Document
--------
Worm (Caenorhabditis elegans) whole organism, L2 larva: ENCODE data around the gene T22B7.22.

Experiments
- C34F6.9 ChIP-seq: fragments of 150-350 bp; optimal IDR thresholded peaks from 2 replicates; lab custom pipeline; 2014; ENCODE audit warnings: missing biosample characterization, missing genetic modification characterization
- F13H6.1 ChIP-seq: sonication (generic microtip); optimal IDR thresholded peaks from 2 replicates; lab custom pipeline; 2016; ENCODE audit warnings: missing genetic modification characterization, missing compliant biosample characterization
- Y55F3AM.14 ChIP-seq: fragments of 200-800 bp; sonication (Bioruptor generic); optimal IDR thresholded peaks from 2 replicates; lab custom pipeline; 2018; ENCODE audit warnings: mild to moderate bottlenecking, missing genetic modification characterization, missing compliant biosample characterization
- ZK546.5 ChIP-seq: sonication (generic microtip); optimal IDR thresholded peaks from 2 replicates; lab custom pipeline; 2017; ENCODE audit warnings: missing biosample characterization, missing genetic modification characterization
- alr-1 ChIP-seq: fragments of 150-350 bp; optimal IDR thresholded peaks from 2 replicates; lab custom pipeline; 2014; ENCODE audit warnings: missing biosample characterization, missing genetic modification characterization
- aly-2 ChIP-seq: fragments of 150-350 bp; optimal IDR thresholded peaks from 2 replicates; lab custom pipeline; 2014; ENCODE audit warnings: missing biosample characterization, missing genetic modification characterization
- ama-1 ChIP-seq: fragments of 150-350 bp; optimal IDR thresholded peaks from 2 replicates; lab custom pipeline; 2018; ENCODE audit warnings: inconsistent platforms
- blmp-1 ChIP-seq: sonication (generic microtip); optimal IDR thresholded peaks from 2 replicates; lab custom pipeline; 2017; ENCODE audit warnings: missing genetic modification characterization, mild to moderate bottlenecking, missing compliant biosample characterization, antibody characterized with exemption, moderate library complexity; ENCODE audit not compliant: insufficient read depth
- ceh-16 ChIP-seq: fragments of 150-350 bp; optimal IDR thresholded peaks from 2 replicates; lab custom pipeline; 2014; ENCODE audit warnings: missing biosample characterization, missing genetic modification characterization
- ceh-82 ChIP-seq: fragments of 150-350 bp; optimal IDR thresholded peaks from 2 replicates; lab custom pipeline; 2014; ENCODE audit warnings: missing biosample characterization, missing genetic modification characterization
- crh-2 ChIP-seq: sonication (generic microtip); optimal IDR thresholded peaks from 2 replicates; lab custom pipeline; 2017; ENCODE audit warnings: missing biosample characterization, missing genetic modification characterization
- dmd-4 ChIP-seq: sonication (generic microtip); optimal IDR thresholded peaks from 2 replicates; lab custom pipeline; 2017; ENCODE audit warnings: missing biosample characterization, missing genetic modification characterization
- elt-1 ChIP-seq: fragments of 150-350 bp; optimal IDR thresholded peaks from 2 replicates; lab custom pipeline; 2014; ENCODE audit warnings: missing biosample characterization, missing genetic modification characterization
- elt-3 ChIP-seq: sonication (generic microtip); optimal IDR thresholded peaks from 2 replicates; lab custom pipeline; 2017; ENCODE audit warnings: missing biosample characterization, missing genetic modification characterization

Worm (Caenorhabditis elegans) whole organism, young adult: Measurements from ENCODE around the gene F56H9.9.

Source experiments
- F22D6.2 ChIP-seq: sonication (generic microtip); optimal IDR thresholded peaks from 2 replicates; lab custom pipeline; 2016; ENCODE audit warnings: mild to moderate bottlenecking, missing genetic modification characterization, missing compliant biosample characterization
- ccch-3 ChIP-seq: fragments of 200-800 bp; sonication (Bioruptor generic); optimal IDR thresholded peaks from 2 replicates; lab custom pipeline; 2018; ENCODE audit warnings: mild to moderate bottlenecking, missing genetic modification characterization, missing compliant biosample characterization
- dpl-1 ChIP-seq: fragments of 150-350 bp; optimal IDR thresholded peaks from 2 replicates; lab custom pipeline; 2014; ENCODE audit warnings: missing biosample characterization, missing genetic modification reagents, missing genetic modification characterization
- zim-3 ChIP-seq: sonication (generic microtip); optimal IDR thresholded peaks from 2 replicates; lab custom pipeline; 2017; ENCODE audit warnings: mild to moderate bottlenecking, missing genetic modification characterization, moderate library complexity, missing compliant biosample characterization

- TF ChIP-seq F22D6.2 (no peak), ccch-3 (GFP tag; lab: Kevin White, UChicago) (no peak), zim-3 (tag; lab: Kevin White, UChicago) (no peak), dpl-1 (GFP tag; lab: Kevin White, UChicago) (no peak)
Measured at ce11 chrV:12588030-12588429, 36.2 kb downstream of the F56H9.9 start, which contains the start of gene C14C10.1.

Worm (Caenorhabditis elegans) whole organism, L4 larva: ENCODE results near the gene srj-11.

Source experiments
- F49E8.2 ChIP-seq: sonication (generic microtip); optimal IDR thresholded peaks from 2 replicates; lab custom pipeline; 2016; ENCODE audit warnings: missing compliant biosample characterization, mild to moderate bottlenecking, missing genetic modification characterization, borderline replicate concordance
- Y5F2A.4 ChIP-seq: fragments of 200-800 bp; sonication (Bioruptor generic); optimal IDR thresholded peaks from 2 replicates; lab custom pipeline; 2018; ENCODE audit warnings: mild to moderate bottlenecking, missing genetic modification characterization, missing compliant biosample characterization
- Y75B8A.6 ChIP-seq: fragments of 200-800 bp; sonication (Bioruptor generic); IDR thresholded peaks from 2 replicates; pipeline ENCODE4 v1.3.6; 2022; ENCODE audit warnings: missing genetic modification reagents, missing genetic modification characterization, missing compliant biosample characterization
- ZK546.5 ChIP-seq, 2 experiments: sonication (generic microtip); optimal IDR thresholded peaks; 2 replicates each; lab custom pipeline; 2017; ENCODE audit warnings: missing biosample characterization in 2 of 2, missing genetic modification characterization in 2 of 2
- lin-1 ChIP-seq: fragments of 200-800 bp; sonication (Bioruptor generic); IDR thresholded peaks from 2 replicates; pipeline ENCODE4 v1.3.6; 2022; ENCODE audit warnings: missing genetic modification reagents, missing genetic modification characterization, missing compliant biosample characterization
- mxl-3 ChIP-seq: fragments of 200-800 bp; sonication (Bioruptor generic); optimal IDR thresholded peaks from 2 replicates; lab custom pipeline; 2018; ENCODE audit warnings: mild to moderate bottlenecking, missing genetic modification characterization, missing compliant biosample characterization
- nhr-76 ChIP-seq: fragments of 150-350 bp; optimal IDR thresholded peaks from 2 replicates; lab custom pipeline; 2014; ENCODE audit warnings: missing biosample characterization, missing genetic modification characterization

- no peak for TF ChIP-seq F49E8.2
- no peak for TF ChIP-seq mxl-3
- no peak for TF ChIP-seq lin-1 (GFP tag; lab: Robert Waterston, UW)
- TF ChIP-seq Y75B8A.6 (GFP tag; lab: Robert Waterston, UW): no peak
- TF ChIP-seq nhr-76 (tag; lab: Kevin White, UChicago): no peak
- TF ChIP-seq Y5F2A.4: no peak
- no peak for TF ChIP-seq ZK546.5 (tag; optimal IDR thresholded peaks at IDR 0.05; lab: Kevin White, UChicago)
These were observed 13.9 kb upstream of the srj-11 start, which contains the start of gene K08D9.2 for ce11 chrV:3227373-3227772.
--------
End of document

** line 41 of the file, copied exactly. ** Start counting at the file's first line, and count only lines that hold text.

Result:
These were observed 13.9 kb upstream of the srj-11 start, which contains the start of gene K08D9.2 for ce11 chrV:3227373-3227772.